Henry Newman, Chief Technology Officer at Seagate Government Solutions
Henry has over 34 years of advanced-systems architecture and performance analysis expertise in solving the most complex challenges for customers in government, scientific research, and industry around the world.
Have a different question? Submit inquiries through our Contact page.
Hard disk drives are constantly retired (returned for warranty, repair and expired lease agreements, or repurposed for other storage duties or sold), lost or stolen. When unprotected data leaves the owner’s control and is compromised, a company faces losing revenue, market share and customer confidence. They may even be subject to civil penalties due to violation of data privacy regulations. This can be catastrophic for any organization, and especially for SMBs.
According to industry experts such as the Ponemon Institute, the average cost per data breach increases every year, and on average was US$6.6 million in 2008, or US$202 per compromised record.1 The Ponemon Institute further estimates that 81 percent of laptops contain sensitive data, and as many as 10 percent of all laptops are lost or stolen during their lifetime. Additionally, it is estimated that every week 12,000 laptops are lost or stolen in U.S. airports alone. The average cost to a business when a laptop containing sensitive yet unencrypted data disappears is nearly US$50,000. In extreme cases, the costs can be nearly US$1 million.2
FIPS 140-2 defines four levels of security. FIPS 140-2 validation will specify the security level to which the product adheres.
In the U.S., the National Institute of Standards and Technology requires all federal agencies to use FIPS 140-2 Level 2 Validated™ products to secure data designated as Sensitive but Unclassifed within computer and telecommunications systems (including voice systems).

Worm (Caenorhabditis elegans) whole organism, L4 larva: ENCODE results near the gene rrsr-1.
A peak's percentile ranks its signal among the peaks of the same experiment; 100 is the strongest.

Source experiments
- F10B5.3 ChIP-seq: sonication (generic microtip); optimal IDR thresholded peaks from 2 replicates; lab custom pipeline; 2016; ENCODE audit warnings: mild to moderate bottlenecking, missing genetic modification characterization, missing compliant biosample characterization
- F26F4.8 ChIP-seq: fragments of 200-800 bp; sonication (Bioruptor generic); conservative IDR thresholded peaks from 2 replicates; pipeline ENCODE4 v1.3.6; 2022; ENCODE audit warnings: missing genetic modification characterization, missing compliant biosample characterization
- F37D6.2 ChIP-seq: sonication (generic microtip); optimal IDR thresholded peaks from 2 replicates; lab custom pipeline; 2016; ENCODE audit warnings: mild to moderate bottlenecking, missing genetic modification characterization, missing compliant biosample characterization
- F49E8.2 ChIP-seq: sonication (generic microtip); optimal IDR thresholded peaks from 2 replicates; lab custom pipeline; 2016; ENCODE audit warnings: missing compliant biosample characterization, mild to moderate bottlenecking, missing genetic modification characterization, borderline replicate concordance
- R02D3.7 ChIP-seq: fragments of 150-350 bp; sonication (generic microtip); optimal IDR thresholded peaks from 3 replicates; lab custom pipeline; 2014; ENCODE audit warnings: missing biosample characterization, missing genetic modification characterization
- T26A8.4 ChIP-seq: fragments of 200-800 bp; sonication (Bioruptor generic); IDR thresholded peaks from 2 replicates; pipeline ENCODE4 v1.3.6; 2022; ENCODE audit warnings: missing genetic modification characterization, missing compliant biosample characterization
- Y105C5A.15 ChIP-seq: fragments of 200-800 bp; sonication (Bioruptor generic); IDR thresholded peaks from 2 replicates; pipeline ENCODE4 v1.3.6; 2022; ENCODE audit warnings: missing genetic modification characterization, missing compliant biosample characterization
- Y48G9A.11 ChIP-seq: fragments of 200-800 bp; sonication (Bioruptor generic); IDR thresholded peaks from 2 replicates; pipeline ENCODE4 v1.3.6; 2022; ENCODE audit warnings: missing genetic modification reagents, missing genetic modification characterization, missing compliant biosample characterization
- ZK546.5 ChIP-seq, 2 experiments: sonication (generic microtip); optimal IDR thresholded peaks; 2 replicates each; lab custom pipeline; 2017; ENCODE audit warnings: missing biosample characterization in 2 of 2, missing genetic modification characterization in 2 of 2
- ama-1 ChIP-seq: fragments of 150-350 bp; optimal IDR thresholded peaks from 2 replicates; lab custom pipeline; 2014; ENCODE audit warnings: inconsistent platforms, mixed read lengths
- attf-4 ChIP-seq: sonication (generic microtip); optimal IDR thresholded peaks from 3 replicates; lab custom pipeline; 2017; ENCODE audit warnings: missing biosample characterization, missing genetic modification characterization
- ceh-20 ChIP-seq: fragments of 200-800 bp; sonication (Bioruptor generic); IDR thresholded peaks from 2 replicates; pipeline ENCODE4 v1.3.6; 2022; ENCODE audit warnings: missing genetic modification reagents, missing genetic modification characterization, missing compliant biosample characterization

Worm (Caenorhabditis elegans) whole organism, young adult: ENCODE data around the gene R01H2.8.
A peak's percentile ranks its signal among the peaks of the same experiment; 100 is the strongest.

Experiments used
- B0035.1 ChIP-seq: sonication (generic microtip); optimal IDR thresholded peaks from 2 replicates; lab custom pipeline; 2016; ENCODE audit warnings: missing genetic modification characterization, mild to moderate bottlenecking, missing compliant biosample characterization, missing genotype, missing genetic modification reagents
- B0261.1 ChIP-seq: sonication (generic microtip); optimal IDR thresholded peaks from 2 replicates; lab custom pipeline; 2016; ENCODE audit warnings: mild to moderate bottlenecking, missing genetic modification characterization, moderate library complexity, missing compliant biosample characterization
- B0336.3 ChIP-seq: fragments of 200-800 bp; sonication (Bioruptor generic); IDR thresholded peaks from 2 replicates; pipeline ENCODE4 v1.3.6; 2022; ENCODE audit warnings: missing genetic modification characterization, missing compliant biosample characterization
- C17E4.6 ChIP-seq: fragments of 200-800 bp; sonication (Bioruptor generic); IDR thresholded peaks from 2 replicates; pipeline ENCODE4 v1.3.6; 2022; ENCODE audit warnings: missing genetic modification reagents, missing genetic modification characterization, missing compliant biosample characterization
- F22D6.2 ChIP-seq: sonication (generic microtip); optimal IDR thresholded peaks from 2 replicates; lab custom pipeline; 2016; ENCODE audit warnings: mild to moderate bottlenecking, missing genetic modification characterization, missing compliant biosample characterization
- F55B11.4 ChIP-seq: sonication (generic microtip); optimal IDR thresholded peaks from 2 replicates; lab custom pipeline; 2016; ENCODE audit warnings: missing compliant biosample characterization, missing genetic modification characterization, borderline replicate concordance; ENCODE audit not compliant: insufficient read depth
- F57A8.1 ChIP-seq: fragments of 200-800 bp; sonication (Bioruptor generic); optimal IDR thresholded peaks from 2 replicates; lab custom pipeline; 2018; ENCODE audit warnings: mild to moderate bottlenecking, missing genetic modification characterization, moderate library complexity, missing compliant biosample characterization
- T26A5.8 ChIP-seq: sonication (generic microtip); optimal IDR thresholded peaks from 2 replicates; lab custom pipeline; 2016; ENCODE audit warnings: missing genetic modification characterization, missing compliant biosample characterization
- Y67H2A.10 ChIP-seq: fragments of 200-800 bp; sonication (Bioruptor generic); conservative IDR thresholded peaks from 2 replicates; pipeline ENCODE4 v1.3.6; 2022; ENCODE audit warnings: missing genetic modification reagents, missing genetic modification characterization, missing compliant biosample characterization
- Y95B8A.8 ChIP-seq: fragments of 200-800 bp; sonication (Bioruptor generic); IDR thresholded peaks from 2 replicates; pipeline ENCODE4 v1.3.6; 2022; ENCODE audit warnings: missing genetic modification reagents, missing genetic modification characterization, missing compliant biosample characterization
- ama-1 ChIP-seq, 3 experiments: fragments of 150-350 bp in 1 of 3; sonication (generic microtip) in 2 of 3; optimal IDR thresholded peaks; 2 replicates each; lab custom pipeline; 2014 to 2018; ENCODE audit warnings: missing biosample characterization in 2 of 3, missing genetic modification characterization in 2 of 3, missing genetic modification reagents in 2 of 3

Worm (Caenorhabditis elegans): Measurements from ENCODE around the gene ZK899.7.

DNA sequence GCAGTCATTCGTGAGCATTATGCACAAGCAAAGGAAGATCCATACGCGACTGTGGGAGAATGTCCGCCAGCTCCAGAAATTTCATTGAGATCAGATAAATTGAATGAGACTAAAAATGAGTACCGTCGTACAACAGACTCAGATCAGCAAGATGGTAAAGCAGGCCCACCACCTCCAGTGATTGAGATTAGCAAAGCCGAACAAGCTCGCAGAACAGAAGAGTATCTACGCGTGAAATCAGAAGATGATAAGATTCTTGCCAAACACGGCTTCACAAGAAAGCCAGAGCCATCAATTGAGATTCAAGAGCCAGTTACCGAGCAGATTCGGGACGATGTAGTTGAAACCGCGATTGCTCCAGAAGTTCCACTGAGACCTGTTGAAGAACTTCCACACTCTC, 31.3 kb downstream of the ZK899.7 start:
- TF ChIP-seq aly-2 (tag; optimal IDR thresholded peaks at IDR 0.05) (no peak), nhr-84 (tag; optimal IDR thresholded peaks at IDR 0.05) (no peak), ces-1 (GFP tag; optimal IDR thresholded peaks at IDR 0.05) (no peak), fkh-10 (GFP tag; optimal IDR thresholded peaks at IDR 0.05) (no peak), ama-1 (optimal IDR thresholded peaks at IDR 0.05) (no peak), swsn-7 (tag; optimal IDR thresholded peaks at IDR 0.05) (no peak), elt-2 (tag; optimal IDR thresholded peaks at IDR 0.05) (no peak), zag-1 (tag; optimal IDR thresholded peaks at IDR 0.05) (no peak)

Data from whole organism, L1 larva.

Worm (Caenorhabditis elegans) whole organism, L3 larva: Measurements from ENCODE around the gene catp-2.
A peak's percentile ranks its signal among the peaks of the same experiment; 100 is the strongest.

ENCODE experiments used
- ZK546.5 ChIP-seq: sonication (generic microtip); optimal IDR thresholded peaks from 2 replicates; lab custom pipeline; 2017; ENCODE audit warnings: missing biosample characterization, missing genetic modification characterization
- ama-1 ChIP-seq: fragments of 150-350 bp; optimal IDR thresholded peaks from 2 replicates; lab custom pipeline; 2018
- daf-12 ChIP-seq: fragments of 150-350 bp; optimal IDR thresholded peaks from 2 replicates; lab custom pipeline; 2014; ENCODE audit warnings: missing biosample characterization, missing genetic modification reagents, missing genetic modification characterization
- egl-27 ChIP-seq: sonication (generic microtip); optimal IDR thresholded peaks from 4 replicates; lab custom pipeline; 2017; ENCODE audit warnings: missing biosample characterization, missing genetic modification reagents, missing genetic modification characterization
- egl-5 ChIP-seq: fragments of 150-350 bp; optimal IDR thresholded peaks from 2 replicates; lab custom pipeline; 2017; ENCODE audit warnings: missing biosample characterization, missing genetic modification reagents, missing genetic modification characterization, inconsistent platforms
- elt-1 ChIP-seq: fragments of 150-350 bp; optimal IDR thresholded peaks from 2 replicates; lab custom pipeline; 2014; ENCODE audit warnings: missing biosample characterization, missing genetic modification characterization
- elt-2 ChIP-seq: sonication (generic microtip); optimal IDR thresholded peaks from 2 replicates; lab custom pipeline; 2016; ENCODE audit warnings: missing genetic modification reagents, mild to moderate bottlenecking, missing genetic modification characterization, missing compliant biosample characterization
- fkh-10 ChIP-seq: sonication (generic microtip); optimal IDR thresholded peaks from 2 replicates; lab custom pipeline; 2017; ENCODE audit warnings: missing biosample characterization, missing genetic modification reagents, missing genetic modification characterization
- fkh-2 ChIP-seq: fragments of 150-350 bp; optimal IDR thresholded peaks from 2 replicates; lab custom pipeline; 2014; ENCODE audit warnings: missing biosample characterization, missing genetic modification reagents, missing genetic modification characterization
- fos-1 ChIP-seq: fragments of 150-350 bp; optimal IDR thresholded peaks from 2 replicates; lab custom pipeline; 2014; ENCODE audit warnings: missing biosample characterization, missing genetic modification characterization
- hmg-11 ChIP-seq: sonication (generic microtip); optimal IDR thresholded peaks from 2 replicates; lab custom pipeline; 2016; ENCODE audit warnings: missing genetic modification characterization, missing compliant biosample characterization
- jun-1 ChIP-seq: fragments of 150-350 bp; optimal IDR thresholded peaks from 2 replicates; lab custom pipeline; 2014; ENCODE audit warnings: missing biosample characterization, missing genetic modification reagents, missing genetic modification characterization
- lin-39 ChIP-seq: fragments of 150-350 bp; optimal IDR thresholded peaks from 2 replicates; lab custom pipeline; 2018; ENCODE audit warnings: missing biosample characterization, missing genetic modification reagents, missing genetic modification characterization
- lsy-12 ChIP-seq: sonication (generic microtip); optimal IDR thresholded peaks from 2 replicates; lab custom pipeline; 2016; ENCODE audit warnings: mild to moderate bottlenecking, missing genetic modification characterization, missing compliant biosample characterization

In Canada, the Communications Security Establishment (CSE) requires federal agencies to use FIPS 140-2 Level 2 Validated cryptographic modules to secure data designated as Protected Information (A or B) within computer and telecommunications systems (including voice systems). FIPS 140 validation is also a necessary precursor for a cryptographic product to be listed in the Canadian government’s ITS Pre-qualified Products List. In the U.K., the Communications-Electronics Security Group recommends the use of FIPS 140 Validated cryptographic modules.
Civilian companies worldwide who contract to U.S., Canadian or U.K. federal government organizations that require FIPS 140-2 encryption compliance are also required to be compliant. Additionally, commercial companies-especially in finance, healthcare, education, and infrastructure (national security) verticals-are increasingly requiring FIPS 140-2 compliance throughout the world.
These companies want to follow the highest standard in protecting data. They recognize the rigor that goes into a FIPS-140 certification, finding it to be the preferred standard for security and choosing to depend on this standard for their own encryption needs.